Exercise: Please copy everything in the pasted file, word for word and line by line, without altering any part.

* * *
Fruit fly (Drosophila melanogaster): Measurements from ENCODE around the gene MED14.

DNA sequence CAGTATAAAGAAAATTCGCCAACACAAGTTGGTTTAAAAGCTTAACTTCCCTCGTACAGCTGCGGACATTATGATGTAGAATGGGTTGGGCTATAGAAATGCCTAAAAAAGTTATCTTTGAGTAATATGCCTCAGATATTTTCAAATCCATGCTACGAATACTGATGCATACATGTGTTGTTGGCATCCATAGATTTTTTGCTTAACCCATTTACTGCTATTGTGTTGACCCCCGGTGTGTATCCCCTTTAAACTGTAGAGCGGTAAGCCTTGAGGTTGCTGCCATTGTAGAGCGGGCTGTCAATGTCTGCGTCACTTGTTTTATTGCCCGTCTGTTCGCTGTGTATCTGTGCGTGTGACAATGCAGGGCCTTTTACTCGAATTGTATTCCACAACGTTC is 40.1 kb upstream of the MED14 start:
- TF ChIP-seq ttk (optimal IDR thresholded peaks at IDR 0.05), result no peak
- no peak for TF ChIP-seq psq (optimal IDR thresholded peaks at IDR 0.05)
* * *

Fruit fly (Drosophila melanogaster): Measurements from ENCODE around the gene MED14.

DNA sequence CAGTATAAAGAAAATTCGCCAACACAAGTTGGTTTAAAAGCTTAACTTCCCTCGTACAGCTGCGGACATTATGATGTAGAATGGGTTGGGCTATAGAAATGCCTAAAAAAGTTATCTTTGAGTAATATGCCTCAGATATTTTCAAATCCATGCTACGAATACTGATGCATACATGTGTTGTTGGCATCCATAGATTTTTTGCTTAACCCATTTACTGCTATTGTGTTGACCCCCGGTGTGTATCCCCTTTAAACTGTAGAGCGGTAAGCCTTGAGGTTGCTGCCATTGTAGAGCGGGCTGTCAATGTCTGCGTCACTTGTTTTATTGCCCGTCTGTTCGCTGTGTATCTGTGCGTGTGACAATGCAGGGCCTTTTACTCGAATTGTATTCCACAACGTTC is 40.1 kb upstream of the MED14 start:
- TF ChIP-seq ttk (optimal IDR thresholded peaks at IDR 0.05), result no peak
- no peak for TF ChIP-seq psq (optimal IDR thresholded peaks at IDR 0.05)